Well I am registered D but it hasn't always been that way and I don't particularly care for either party. Nevertheless, my second paragraph was more about what I want either party to do and I don't think the Democrats are going to do it. Since it really jives with historically Republican ideas to be less interventionist, more realist in foreign policy, cut useless spending on the military, and champion civil liberties (debatable, but neither party has a great record) I am hopeful it's the party that does need to do something to get away from this extreme rightwing stuff.

    As for the closeness of the election, this was probably the most winnable election versus an incumbent since Ford. I think that's more why it's such a disappointment than anything.
    Bush in 04 was a pretty weak candidate. The Democrats just came up with an incredibly weak field. Howard Dean and John Kerry? Come on.

    And if the Republican party becomes more libertarian, you'll get no complaints from me. But libertarianism is much less popular than republicanism. If you come out as a pro gay marriage, pro marijuana legalization, pro cuts to military spending AND social spending, you basically alienate every group of voters.

  14. #104
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    Quote Originally Posted by stephkyle7 View Post
    Why is reading becoming such a lost art?

    sir, Bush/Gore wasnt the first time that has happened.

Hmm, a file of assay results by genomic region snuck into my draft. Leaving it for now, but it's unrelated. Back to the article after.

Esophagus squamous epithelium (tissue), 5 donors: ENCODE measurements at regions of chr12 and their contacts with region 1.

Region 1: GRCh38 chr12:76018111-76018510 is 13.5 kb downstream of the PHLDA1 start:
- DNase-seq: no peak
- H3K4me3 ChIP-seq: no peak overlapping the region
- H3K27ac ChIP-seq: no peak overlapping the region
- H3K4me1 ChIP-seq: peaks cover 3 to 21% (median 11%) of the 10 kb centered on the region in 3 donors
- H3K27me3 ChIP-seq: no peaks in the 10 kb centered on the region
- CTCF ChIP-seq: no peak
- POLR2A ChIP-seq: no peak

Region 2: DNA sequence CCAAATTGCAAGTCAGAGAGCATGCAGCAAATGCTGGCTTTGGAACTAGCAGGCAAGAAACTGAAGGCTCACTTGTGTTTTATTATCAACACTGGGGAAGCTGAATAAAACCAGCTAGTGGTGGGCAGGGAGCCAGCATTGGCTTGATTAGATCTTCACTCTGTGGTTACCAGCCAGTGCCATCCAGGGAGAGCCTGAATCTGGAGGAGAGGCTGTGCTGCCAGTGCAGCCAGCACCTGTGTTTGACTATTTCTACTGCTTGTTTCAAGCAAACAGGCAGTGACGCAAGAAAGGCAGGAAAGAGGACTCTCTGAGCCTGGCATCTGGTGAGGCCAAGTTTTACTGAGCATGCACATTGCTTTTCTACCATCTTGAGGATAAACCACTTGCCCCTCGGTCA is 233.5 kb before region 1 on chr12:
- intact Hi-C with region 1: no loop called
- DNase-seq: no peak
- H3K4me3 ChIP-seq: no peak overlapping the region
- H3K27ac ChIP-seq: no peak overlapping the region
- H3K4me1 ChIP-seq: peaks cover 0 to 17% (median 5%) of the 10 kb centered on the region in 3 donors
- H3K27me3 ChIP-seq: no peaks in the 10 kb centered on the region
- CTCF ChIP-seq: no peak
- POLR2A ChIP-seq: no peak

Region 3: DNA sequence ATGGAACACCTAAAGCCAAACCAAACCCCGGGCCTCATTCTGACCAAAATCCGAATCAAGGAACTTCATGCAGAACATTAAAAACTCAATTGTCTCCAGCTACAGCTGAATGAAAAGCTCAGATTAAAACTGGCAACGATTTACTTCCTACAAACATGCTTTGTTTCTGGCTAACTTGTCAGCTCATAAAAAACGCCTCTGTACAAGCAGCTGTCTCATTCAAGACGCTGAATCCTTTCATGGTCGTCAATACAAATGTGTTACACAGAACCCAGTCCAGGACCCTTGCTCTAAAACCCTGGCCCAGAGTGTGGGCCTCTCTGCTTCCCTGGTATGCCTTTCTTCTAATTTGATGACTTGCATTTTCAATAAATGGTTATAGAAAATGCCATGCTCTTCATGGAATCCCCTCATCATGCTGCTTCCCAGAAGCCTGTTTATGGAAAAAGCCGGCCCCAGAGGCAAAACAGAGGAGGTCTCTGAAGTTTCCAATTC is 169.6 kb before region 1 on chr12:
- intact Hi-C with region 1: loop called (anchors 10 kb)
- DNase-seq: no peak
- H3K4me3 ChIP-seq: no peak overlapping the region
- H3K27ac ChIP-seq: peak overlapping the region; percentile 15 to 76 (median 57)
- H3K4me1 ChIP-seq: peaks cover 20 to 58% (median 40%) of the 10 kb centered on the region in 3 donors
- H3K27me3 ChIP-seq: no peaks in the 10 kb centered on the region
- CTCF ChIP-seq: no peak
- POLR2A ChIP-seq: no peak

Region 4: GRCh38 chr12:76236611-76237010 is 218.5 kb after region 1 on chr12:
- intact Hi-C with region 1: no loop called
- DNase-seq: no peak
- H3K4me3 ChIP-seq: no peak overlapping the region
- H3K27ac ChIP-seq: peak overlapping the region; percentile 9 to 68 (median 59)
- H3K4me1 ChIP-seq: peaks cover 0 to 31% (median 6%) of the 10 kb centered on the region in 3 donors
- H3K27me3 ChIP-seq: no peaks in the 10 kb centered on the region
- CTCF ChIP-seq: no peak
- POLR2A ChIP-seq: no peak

My rationale has NOTHING TO DO WITH POPULAR VOTE CAUSING THE CHANGE.PLEASE READ CARFULLY.

    IF Teaxas goes blue, then CA, Ny and texas would form a block of Democratic electoral college votes that would be nearly undefeatable.

    those three states are 122 electoral votes, right off the bat.
    Republicans would never win the white house again.

    It MUST go to the popular vote otherwise there will be civil unrest.
    While not impossible, I think this is highly unlikely.

    What I think will actually happen is a party-wide shift towards the center. As political parties move away from the center, they start losing voters. As they move towards the center, they gain voters back. The Republican party has gotten too far to the right (see platform on abortion, religion, guns, taxes, military spending, gay marraige). If they want to win, which they do, they will have to give ground on some of these issues to get more votes.

    Right now, they are losing women, minorities, and gays. If they give these groups some lifelines, they will get some of their votes. If (and I can't see thm doing this) the Republicans decide they want to be completely stubborn and not cave on any of these issues, then they will continue to lose.

    And actually, I'm not convinced the Republicans have moved to the right. It seems to me like the Republicans have stayed firm for awhile now in their platform while the contry has moved left (and the Democrats have moved with it). Either way though, the Repubican party is too far from center to win elections right now.

  15. #105
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    You know something is wrong with your party when your strategy is to hope that less people vote.
    All truth passes through three stages. First, it is ridiculed. Second, it is violently opposed. Third, it is accepted as being self-evident.
    - Arthur Schopenauer